Ambrogio Maestri photo from webpage www.ambrogiomaestri.com published by courtesy of Ambrogio Maestri click to magnify...
Ambrogio Maestri
photo from webpage www.ambrogiomaestri.com
published by courtesy of Ambrogio Maestri
click to magnify...

During last years you played a lot of roles in Verdi's operas. Apart Sir John Falstaff, there were Amonasro,  Rigoletto, Nabucco, Simon Boccanegra as well as the roles in operas of other composers, like Scarpia in “Tosca”, Tonio in “Pagliacci” and Alfio in “Cavalleria rusticana”. What role is the closest to your heart? And if we ask you about unforgettable  opera / production that you took part in, what would be your answer?

I have grown with Falstaff and there is much of me in the character I bring on the scene. We are like good old friends. My dearest memories are bound to my first production in La Scala with Strehler as stage director and Riccardo Muti as conductor.
May you tell us how your adventure with opera started? When have you decided that being the opera singer is your life path? If we would like to ask you about people that have had  the most significant influence on you in your professional life, who you would name?

I have always loved singing, from an early age. This passion was passed on to me by my father who had a beautiful voice but unfortunately  when he was a boy was not able to study.  And it was my father who understood how important music was for me and when I was 9 years old enrolled me in a piano course. I first appeared on stage when I was 10 years old. I took part in the opera Pollicina, at the Teatro Fraschini in Pavia.  I played the part of Messer Gufo singing on a rickety ladder.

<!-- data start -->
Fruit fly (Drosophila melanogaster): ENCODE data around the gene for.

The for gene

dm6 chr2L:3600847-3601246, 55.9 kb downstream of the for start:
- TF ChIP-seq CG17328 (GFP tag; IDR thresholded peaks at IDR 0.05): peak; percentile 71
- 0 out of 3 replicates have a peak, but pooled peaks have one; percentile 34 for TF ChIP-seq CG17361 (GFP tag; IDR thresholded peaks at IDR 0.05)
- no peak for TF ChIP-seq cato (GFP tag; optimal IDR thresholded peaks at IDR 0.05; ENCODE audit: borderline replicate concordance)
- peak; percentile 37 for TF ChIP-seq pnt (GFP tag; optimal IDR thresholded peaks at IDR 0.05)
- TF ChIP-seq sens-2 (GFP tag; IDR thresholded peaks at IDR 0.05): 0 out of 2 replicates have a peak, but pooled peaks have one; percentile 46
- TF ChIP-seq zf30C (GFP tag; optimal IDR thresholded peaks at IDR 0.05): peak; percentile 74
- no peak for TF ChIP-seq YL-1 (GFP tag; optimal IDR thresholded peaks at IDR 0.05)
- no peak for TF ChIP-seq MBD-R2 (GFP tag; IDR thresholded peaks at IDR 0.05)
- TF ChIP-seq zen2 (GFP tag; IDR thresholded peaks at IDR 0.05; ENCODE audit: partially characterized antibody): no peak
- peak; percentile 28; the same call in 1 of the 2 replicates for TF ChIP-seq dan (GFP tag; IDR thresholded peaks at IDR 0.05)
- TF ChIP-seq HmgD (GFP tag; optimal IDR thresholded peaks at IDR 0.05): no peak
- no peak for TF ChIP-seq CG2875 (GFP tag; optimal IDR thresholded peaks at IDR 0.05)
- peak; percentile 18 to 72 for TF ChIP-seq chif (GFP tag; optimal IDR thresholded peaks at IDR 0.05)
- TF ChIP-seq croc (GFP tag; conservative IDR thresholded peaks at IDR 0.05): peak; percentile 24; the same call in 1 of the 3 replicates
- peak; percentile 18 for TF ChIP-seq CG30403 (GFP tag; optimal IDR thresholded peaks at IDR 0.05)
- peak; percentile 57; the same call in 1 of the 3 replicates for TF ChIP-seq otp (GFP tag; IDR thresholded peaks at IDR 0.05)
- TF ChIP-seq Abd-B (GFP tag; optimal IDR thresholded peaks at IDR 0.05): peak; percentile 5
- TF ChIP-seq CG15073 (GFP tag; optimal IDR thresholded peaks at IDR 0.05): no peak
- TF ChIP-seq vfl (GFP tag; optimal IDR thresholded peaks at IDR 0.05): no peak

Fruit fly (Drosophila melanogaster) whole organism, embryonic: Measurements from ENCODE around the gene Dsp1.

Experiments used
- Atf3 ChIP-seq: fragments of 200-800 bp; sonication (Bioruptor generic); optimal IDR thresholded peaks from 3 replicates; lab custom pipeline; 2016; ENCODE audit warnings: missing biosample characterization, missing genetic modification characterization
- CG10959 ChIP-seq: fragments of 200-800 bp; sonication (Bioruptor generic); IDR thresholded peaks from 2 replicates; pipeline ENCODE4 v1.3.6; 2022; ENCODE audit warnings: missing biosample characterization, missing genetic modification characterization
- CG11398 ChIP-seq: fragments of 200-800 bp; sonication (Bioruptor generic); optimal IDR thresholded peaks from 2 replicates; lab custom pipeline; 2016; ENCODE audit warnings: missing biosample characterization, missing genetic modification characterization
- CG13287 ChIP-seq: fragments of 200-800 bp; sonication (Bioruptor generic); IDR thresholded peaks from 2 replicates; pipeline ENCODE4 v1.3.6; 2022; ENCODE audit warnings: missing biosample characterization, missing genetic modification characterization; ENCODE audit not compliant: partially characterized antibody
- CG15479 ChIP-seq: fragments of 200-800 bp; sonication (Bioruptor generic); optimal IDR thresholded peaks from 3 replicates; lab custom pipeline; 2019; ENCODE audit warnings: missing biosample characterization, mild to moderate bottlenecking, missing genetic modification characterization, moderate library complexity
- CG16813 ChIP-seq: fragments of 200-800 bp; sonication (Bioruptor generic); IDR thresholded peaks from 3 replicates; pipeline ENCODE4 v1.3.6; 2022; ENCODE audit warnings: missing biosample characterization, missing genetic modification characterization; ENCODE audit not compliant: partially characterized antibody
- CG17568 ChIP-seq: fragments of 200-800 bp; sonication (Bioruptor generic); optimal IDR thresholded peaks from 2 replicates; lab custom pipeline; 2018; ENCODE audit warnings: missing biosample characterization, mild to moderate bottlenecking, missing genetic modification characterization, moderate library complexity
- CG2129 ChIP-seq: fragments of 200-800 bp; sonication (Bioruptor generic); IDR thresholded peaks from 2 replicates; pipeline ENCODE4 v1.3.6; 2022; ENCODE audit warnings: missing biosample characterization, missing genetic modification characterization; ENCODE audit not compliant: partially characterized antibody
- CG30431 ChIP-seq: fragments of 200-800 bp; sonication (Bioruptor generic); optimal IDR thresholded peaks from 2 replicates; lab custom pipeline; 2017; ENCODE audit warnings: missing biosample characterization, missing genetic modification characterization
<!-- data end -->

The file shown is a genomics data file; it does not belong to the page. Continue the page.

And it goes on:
Then, during my adolescence I fell in love with basketball and joined the juvenile team of my town playing in the A series for some years.  I trained nearly every day and, so as not to neglect my school work and the piano, I gave up singing.

I come back to singing thanks to my parents. They had a restaurant and every evening I went there to lend them a hand.  In the main dining room there was a piano and it was inevitable that someone would ask me to play and sing something.  Among these clients there were opera enthusiasts and subscribers to La Scala.  Everyone said that my voice was a phenomenon and that it would have been a great shame not to valorize it.  So I began to study  with the tenor Umberto Grilli.  For six years I only did vocalisms, but today I understand the importance of those sacrifices. In fact, when I was 29, after having won several competitions, I was noticed and invited to La Scala for an audition for Falstaff with Riccardo Muti.

Serwis internetowy Ambrogio Maestri - www.ambrogiomaestri.com
Visit Ambrogio Maestri website - www.ambrogiomaestri.com

We would like to ask you how you prepare to the new role. Do you start with learning the character or are you reading the original play or do you start with the music? Are you usually listening to different recordings when preparing to the new role or you avoid this?

First I read the libretto and then give a look to the partitura. Then, I usually listen to the greatest singers of the past and try to get inspiration by all of them. Now, with Youtube, you can find really precious document of Cappuccili, Protti, Taddei, Gobbi... 

We have read in one of the interview that you are all the time working on your voice. Can you tell us more how this process looks like. Do you have a  voice teacher with whom you always prepare the new roles or you are working on a voice by yourselves?

I have a coach who helps me training my voice with special vocalisms that change with the part I have to sing. I have a wide repertoire that goes from the lowest score to the highest ones for a baritone. For passing from a role to another which has a completely difficult tessitura I have to work daily.

When looking in the future what are the roles that you would like to sing?

I will debut this summer in Spain in “Andrea Chénier” and I‘m looking forward to be offered a Macbeth.

Thank you very much for your time.

 

Authors: Beata and Michal Olszewscy

Translation: from English Beata and Michal Olszewscy; we thank very much Sylwia for translating from Italian